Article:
No arb hearing for Cubs, Marmol
The Cubs and Carlos Marmol met halfway today and agreed to a 2010 contract worth around $2.1 million.
In my mind, this is fantastic news. The arbitration process would have done nothing good for the team or for the player. Marmol has one of the top three nastiest sliders in all of sports; but last year he frequently lost concentration, walked a ton of men, and also hit a ton as well. There is plain old wild - an Andy Pratt-esque character, that comes and goes just as quickly. There is effectively wild - like Kerry Wood, which is usually accompanied by a 100 mph fastball that hurts people when it hits them.
Carlos Marmol entered his own wild category last year. Not since Mitch Williams have I seen a guy dig himself more holes, then fill them back in more often than not. I believe that, as he becomes more mature, that Marmol will harness his stuff and learn to focus on the task at hand. By all accounts from the beat writers, he is a very immature man, and has nowhere to go but up in that category. Thus, he still has a tremendous amount of unrealized potential.
He knows that; his agent knows that, and the Cubs know that. But in an arb hearing, by design, there will be conflict. Marmol is a very emotional guy, and I don't think he wants to hear about his shortcomings, and how far he needs to go before he truly deserves big money. He more than likely thinks he deserves it now - he is the closer for the Chicago Cubs, for pete's sake!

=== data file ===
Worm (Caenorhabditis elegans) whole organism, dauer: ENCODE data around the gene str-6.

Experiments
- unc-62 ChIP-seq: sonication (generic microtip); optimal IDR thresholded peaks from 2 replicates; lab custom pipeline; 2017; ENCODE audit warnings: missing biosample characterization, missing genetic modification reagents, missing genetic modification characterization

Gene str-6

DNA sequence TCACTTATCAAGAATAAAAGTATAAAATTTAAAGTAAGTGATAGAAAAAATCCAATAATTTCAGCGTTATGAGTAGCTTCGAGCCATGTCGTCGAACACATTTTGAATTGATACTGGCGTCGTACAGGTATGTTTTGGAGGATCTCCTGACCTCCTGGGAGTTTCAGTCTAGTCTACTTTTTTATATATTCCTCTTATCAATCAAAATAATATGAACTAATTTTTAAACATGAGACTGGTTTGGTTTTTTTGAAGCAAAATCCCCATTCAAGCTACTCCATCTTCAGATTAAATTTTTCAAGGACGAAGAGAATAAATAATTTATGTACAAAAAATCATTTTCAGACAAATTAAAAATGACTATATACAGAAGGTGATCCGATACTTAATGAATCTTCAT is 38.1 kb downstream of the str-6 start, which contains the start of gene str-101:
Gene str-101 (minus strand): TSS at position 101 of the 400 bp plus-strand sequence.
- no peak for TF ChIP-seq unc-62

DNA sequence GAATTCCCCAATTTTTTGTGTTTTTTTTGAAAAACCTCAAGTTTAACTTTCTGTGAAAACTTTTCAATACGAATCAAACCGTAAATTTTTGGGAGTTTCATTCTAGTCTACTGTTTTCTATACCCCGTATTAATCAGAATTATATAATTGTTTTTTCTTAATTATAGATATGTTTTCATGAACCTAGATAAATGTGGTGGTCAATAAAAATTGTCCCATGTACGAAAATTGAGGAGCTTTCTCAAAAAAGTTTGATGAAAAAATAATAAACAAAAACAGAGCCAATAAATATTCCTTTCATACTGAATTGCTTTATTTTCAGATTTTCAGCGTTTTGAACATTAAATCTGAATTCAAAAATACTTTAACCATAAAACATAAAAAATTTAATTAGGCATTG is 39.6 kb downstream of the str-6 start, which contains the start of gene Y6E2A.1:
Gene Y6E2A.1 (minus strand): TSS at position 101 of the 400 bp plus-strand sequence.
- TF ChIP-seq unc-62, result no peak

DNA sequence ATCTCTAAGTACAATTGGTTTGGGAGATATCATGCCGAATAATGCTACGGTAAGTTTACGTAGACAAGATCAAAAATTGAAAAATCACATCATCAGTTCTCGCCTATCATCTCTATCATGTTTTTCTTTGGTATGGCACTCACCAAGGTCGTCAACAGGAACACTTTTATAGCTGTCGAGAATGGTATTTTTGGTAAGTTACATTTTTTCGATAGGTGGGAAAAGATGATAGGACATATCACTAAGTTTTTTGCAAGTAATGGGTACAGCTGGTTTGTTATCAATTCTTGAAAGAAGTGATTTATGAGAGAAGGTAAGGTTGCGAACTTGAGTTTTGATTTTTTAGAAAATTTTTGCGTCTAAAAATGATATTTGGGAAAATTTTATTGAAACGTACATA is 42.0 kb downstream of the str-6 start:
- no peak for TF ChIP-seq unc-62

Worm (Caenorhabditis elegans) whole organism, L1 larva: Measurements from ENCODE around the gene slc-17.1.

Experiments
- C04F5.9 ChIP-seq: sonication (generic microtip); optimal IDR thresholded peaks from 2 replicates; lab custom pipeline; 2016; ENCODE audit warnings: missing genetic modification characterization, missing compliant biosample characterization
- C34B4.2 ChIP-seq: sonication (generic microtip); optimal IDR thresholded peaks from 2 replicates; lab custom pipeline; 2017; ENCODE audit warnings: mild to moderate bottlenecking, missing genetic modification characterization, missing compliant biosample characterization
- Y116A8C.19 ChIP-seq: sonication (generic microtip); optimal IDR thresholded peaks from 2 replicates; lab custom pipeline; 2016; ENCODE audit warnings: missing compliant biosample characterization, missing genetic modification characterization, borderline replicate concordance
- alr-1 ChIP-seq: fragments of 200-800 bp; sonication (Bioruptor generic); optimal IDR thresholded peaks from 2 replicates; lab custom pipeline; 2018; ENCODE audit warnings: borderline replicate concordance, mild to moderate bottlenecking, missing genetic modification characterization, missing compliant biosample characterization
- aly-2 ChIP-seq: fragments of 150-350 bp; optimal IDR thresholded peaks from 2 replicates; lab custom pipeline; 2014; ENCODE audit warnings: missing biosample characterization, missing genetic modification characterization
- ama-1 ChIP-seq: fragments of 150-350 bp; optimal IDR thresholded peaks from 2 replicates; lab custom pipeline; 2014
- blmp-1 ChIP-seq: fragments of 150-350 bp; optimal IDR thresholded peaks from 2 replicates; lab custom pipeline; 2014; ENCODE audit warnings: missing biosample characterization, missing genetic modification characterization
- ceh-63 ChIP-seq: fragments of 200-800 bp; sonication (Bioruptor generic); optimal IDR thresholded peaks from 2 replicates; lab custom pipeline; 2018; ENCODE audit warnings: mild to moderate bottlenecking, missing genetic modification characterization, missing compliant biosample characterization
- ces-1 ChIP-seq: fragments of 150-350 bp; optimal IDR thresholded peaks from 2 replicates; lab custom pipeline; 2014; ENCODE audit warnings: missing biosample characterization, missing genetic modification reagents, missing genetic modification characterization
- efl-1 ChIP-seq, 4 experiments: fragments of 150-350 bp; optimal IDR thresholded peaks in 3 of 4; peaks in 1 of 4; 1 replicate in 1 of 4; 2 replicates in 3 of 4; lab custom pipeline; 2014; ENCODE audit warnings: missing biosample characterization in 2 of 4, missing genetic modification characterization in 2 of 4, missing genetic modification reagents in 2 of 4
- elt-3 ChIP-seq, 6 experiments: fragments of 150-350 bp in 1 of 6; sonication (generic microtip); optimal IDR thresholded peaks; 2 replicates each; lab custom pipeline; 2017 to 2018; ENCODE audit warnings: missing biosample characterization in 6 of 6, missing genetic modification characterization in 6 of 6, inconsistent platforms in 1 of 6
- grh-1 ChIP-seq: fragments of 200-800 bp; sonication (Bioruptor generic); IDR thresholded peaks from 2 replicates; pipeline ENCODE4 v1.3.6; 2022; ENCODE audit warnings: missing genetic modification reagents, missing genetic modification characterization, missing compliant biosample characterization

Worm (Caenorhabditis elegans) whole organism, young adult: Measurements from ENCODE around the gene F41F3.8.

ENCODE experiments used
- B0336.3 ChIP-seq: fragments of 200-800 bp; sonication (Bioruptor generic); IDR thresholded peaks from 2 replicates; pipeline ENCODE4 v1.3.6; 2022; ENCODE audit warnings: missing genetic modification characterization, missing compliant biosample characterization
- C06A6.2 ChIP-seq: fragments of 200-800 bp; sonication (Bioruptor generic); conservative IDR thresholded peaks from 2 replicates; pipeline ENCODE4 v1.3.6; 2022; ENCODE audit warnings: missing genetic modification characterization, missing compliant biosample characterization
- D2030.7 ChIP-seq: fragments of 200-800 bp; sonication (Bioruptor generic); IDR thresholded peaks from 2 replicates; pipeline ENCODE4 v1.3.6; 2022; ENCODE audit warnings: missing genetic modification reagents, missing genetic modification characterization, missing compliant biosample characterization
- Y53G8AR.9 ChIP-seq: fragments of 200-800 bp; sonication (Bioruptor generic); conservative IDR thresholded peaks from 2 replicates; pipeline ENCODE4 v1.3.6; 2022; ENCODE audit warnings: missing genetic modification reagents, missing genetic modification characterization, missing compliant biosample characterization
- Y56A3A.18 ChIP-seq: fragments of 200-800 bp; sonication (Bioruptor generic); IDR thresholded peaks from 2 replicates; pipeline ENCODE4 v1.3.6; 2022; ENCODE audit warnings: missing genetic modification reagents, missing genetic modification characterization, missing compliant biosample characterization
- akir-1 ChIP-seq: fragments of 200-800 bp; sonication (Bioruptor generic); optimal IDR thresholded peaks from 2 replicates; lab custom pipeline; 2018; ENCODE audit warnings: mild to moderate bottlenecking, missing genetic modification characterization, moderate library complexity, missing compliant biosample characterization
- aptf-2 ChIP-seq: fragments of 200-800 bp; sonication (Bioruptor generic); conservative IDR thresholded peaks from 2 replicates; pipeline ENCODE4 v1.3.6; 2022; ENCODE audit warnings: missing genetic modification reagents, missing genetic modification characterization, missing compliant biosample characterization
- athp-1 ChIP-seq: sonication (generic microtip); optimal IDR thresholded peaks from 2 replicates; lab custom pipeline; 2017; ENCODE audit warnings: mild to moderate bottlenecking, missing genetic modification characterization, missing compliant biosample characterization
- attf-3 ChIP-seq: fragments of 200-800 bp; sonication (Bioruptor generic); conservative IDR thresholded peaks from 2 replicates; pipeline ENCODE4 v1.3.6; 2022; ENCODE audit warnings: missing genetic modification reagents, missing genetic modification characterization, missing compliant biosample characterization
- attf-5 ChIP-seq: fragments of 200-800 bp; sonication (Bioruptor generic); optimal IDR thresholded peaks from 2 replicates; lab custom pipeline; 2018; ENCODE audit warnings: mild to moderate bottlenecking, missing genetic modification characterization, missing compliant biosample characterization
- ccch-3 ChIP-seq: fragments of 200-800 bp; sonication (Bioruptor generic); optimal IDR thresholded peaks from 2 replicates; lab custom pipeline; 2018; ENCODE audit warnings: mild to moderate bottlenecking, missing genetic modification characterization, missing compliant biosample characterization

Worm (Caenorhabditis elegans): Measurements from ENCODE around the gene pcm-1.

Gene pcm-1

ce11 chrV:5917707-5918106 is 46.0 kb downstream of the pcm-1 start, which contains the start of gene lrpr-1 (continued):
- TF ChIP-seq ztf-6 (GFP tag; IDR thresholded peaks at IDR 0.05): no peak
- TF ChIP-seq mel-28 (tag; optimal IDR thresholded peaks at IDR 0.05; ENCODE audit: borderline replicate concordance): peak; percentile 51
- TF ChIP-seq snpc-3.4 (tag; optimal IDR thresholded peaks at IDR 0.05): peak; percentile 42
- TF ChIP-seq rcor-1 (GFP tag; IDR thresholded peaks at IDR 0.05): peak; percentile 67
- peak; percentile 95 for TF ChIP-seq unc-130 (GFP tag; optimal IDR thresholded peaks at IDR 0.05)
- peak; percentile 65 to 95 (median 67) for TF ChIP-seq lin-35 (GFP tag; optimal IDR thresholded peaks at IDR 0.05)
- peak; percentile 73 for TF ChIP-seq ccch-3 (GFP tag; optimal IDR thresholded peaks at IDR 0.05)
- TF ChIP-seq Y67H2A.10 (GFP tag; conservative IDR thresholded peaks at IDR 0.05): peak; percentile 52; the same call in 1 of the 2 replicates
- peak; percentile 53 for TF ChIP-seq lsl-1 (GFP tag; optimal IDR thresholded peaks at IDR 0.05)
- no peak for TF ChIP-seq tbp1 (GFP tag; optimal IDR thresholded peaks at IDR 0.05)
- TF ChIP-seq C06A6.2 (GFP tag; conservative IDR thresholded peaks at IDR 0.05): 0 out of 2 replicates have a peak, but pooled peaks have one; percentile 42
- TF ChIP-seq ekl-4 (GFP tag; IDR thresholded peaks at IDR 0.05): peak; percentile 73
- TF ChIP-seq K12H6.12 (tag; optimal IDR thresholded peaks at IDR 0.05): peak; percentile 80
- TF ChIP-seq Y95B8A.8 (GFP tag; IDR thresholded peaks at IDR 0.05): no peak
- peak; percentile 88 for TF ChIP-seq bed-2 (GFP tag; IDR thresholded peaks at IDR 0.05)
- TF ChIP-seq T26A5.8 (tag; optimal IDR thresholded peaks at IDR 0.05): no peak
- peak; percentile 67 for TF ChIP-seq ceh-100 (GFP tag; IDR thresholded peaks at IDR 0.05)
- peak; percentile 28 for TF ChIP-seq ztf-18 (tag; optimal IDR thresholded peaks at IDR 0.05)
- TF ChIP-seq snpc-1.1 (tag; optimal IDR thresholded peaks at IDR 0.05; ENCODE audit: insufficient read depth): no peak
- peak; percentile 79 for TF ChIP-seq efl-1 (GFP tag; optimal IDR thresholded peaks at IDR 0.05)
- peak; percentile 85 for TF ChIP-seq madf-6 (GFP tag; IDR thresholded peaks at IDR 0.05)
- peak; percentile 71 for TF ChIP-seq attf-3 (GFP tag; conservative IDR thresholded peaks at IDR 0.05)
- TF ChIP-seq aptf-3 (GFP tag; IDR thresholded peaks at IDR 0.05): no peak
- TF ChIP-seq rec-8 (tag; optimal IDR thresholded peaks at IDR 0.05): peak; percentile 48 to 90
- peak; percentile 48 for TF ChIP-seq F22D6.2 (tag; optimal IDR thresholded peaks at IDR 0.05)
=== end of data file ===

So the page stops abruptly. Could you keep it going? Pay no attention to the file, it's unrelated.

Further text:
On the other side, obviously Jim Hendry has NEVER officiated an arbitration situation - the last Cubs arb hearing involved Mark Grace! It is safe to assume that Hendry may be a person who avoids conflict, which is a fine human trait; yet, as the General Manager, perhaps it is a positive thing to call the players' bluff from time to time. It might in the long run serve as an aid to determining the true worth of your players.
Ryan Theriot is still far apart from the Cubs, and most likely will become the first Cubs arbitration case since Grace. I for one welcome that particular opportunity. Theriot is a decent second baseman, playing shortstop, he hits for a high average, but still ends up with a weak OPS, he supposedly adds 'intangibles' to his club, yet he is the dumbest Cubs baserunner now that Ronny Cedeno is carving divots in basepaths elsewhere.
I think an arb hearing will be constructive for the Cubs and The Riot. He's a tough enough boy to deal with the criticism; in fact, it may not hurt for him to hear it. If he can cut down the mental mistakes in his game, he may end up with a long, productive career. He is over 30 years old, while Marmol is a young 27. Both men, if all goes well, will get Paid in this league.
But I am not yet ready to hear about a man bursting into tears at an arb hearing. Hooray for the Cubs and Marmol for reaching an agreement before that happened.